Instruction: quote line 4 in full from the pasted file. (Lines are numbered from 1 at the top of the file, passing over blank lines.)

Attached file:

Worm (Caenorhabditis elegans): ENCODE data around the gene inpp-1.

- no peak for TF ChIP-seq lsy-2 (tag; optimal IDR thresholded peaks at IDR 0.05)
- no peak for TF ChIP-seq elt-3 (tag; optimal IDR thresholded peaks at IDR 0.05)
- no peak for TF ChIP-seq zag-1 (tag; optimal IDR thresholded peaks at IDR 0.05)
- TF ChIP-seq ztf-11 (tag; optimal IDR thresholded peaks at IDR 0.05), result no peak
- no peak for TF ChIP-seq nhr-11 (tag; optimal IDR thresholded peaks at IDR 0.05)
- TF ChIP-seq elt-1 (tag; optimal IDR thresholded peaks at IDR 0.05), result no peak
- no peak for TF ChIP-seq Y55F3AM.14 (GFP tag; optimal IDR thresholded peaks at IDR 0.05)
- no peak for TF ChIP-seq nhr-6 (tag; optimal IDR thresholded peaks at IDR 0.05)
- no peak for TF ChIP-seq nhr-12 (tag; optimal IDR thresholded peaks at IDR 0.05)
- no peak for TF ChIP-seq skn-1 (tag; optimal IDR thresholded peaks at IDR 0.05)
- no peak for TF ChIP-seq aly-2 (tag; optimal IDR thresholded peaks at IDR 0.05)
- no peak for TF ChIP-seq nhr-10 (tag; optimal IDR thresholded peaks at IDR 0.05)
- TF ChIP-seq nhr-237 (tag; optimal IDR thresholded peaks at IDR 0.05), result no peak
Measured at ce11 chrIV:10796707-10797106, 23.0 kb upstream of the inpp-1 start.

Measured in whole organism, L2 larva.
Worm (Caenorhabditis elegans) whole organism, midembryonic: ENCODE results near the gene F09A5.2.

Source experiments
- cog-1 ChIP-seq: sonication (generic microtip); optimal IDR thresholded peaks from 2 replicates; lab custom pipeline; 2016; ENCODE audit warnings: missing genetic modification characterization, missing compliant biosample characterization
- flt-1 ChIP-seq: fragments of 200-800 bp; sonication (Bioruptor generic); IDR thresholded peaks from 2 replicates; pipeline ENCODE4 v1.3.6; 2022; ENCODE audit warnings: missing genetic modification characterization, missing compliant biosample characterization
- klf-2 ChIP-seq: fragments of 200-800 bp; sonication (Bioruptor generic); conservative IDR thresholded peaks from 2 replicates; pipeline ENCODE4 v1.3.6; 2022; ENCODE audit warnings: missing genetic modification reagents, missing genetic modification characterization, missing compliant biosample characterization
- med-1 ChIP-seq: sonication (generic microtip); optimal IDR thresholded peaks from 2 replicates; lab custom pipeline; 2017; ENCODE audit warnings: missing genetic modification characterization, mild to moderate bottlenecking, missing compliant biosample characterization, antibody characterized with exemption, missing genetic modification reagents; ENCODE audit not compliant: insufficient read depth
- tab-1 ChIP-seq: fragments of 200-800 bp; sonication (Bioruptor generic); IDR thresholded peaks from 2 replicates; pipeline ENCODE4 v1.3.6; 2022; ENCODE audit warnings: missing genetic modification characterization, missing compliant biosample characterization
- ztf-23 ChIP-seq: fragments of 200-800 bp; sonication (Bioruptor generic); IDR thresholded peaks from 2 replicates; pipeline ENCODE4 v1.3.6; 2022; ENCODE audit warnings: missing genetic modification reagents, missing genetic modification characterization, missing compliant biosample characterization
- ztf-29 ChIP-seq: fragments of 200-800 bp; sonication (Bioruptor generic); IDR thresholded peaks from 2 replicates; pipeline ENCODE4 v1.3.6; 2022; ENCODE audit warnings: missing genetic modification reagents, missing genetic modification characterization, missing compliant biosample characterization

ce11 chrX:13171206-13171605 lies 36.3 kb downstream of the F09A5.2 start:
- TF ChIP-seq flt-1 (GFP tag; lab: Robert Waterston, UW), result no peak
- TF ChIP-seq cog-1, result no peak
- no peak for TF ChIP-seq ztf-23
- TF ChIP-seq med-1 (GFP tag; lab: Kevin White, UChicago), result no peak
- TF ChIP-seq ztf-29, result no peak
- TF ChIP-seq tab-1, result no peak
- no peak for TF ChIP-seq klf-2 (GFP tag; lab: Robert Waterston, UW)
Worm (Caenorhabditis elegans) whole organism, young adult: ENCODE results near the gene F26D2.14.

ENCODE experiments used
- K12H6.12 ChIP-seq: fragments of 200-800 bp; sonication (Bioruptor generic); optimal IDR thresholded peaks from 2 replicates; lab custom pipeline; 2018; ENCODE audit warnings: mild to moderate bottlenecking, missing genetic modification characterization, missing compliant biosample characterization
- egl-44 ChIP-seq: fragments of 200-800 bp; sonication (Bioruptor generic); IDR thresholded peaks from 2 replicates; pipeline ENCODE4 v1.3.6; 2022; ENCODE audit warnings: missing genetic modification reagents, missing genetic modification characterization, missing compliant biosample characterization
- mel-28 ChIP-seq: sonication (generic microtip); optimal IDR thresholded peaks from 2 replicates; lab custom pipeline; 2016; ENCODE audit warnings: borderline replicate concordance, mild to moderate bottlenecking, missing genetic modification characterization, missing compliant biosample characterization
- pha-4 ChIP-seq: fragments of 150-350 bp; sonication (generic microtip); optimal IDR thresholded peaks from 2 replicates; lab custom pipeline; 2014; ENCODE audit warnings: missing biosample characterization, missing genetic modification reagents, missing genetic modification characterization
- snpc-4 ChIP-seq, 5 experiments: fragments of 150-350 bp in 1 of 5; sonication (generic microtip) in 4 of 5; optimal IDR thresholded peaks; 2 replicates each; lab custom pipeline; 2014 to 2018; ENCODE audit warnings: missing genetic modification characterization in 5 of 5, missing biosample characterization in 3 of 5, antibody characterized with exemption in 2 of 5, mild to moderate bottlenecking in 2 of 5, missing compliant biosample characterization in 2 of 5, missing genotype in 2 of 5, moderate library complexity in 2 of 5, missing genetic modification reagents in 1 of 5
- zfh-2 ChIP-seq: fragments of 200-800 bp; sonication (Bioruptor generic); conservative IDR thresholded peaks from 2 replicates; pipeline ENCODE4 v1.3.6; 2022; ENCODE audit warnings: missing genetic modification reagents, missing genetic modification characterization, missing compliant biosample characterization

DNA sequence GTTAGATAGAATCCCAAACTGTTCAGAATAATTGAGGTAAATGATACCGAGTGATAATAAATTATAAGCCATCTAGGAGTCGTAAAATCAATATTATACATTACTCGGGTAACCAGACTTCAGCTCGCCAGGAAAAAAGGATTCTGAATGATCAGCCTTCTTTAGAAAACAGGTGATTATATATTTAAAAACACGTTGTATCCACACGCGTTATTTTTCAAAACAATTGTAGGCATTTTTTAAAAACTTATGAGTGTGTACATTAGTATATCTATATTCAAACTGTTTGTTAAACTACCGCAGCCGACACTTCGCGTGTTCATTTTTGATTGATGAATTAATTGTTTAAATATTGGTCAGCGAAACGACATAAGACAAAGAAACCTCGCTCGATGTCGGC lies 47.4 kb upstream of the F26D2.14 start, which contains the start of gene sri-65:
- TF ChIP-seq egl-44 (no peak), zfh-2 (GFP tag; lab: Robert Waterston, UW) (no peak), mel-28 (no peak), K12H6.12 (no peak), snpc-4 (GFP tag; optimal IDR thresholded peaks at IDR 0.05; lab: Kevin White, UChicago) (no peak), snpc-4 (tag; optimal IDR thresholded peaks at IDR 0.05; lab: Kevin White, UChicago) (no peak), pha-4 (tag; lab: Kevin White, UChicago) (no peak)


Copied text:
- no peak for TF ChIP-seq zag-1 (tag; optimal IDR thresholded peaks at IDR 0.05)